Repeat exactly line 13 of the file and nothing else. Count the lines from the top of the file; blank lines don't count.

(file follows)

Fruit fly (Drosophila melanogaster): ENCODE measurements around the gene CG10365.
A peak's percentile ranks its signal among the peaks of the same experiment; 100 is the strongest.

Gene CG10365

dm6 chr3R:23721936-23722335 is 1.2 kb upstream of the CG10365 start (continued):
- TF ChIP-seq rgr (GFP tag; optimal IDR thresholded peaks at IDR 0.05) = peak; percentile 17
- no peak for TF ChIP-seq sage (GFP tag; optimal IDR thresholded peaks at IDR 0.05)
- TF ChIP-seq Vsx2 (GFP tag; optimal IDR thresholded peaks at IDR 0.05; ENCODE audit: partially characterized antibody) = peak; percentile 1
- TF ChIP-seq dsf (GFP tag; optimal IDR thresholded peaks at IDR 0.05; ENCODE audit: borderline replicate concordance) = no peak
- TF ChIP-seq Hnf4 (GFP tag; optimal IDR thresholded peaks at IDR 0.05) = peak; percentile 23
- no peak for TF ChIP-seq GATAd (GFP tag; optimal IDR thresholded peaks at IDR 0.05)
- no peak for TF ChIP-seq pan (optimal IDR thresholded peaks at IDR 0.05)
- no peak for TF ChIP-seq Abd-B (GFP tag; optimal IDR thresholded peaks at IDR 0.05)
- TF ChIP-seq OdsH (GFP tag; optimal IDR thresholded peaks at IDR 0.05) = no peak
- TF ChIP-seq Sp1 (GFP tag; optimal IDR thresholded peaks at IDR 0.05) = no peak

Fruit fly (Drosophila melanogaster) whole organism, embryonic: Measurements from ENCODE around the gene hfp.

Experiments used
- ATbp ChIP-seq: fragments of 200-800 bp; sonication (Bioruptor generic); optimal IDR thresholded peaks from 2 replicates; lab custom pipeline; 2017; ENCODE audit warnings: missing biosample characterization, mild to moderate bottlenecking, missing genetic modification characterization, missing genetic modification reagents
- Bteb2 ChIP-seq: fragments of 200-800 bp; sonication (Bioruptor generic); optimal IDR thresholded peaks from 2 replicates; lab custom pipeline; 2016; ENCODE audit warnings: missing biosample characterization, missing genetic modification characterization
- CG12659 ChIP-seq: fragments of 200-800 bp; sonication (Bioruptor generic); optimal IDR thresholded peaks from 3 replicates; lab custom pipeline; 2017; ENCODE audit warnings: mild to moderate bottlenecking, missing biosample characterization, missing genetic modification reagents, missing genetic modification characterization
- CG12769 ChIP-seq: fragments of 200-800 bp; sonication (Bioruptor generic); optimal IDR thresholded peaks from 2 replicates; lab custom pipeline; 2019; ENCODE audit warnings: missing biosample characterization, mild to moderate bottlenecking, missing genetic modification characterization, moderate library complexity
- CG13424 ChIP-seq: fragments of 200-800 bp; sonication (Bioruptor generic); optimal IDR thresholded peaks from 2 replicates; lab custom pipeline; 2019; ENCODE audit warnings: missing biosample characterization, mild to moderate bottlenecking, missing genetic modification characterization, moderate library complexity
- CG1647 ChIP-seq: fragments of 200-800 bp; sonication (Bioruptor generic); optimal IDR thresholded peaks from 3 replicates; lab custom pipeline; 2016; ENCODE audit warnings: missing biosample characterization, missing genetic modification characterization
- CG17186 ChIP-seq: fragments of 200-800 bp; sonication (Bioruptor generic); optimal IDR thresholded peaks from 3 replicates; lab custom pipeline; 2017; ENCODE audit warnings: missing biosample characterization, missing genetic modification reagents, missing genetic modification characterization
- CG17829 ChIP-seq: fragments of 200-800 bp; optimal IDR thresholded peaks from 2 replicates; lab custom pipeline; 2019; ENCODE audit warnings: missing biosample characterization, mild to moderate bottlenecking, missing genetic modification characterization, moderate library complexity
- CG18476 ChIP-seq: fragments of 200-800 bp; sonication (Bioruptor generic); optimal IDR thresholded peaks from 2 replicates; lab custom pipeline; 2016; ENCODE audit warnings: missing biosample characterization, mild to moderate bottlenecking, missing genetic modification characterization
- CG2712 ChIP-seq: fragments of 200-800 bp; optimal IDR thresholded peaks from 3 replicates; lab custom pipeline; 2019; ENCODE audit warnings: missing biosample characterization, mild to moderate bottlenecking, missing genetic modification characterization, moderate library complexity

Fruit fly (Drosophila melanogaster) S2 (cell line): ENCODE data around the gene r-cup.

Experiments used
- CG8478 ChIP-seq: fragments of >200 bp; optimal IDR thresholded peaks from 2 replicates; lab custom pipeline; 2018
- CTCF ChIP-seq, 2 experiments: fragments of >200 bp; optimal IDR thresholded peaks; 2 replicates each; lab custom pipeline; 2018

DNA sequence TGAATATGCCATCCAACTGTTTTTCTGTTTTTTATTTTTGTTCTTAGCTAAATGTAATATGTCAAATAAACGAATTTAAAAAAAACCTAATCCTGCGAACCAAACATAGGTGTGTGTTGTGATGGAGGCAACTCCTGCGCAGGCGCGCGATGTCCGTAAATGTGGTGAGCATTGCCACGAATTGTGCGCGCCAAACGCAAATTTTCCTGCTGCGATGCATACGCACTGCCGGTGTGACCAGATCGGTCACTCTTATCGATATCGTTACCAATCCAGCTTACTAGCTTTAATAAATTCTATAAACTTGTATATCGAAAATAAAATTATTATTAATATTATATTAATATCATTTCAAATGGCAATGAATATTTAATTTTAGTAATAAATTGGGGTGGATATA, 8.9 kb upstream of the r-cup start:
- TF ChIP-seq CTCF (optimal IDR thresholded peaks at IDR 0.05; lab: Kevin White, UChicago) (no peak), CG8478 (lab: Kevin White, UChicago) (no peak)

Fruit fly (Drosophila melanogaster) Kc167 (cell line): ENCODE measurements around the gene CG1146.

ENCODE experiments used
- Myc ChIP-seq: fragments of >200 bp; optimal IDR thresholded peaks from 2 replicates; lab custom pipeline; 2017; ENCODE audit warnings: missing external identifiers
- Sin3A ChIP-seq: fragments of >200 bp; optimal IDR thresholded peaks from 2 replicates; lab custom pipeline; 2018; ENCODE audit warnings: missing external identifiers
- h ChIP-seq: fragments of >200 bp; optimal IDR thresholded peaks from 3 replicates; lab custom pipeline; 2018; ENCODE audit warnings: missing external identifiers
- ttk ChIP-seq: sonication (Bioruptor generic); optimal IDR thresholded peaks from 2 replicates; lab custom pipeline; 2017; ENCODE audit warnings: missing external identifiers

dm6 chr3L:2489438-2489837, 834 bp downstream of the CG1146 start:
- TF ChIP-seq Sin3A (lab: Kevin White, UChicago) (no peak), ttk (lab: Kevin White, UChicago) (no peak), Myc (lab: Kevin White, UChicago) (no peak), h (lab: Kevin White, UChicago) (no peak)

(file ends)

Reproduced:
- TF ChIP-seq OdsH (GFP tag; optimal IDR thresholded peaks at IDR 0.05) = no peak